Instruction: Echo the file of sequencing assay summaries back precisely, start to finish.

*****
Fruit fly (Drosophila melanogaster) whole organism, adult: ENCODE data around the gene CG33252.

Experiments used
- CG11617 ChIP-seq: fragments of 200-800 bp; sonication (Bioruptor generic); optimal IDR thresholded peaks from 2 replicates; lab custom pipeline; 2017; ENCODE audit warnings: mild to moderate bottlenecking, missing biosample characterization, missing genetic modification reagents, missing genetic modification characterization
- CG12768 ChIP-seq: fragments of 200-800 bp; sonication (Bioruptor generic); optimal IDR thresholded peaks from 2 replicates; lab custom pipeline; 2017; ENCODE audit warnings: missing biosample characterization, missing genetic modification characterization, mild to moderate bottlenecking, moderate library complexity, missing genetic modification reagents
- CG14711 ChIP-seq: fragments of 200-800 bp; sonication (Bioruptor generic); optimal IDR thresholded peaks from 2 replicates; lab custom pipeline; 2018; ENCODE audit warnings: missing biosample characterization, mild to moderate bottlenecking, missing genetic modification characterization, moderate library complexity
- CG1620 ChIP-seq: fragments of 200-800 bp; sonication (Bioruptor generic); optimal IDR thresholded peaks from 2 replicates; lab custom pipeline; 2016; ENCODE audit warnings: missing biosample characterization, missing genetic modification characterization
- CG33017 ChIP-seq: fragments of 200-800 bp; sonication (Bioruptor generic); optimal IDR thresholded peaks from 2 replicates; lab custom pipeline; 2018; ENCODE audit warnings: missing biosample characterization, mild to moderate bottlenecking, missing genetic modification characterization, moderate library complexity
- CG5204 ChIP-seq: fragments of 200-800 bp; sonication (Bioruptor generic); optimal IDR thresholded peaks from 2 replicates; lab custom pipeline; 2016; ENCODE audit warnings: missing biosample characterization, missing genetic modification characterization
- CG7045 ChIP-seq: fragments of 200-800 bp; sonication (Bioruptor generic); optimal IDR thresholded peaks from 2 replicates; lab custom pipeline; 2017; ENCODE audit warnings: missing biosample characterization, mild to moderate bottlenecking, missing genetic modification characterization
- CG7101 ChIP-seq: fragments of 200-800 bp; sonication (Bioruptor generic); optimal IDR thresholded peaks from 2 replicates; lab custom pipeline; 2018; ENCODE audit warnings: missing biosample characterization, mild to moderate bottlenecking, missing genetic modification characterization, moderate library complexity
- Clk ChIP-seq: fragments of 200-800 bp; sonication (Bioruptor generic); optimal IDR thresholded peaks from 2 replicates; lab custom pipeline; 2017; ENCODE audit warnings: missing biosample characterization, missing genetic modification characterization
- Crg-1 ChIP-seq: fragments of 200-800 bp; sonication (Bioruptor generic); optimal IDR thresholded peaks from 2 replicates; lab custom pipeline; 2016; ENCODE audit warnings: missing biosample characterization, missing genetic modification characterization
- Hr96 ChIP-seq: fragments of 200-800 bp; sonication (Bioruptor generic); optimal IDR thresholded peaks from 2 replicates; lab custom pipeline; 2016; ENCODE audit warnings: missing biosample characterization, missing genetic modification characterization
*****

Fruit fly (Drosophila melanogaster) whole organism, adult: ENCODE data around the gene CG33252.

Experiments used
- CG11617 ChIP-seq: fragments of 200-800 bp; sonication (Bioruptor generic); optimal IDR thresholded peaks from 2 replicates; lab custom pipeline; 2017; ENCODE audit warnings: mild to moderate bottlenecking, missing biosample characterization, missing genetic modification reagents, missing genetic modification characterization
- CG12768 ChIP-seq: fragments of 200-800 bp; sonication (Bioruptor generic); optimal IDR thresholded peaks from 2 replicates; lab custom pipeline; 2017; ENCODE audit warnings: missing biosample characterization, missing genetic modification characterization, mild to moderate bottlenecking, moderate library complexity, missing genetic modification reagents
- CG14711 ChIP-seq: fragments of 200-800 bp; sonication (Bioruptor generic); optimal IDR thresholded peaks from 2 replicates; lab custom pipeline; 2018; ENCODE audit warnings: missing biosample characterization, mild to moderate bottlenecking, missing genetic modification characterization, moderate library complexity
- CG1620 ChIP-seq: fragments of 200-800 bp; sonication (Bioruptor generic); optimal IDR thresholded peaks from 2 replicates; lab custom pipeline; 2016; ENCODE audit warnings: missing biosample characterization, missing genetic modification characterization
- CG33017 ChIP-seq: fragments of 200-800 bp; sonication (Bioruptor generic); optimal IDR thresholded peaks from 2 replicates; lab custom pipeline; 2018; ENCODE audit warnings: missing biosample characterization, mild to moderate bottlenecking, missing genetic modification characterization, moderate library complexity
- CG5204 ChIP-seq: fragments of 200-800 bp; sonication (Bioruptor generic); optimal IDR thresholded peaks from 2 replicates; lab custom pipeline; 2016; ENCODE audit warnings: missing biosample characterization, missing genetic modification characterization
- CG7045 ChIP-seq: fragments of 200-800 bp; sonication (Bioruptor generic); optimal IDR thresholded peaks from 2 replicates; lab custom pipeline; 2017; ENCODE audit warnings: missing biosample characterization, mild to moderate bottlenecking, missing genetic modification characterization
- CG7101 ChIP-seq: fragments of 200-800 bp; sonication (Bioruptor generic); optimal IDR thresholded peaks from 2 replicates; lab custom pipeline; 2018; ENCODE audit warnings: missing biosample characterization, mild to moderate bottlenecking, missing genetic modification characterization, moderate library complexity
- Clk ChIP-seq: fragments of 200-800 bp; sonication (Bioruptor generic); optimal IDR thresholded peaks from 2 replicates; lab custom pipeline; 2017; ENCODE audit warnings: missing biosample characterization, missing genetic modification characterization
- Crg-1 ChIP-seq: fragments of 200-800 bp; sonication (Bioruptor generic); optimal IDR thresholded peaks from 2 replicates; lab custom pipeline; 2016; ENCODE audit warnings: missing biosample characterization, missing genetic modification characterization
- Hr96 ChIP-seq: fragments of 200-800 bp; sonication (Bioruptor generic); optimal IDR thresholded peaks from 2 replicates; lab custom pipeline; 2016; ENCODE audit warnings: missing biosample characterization, missing genetic modification characterization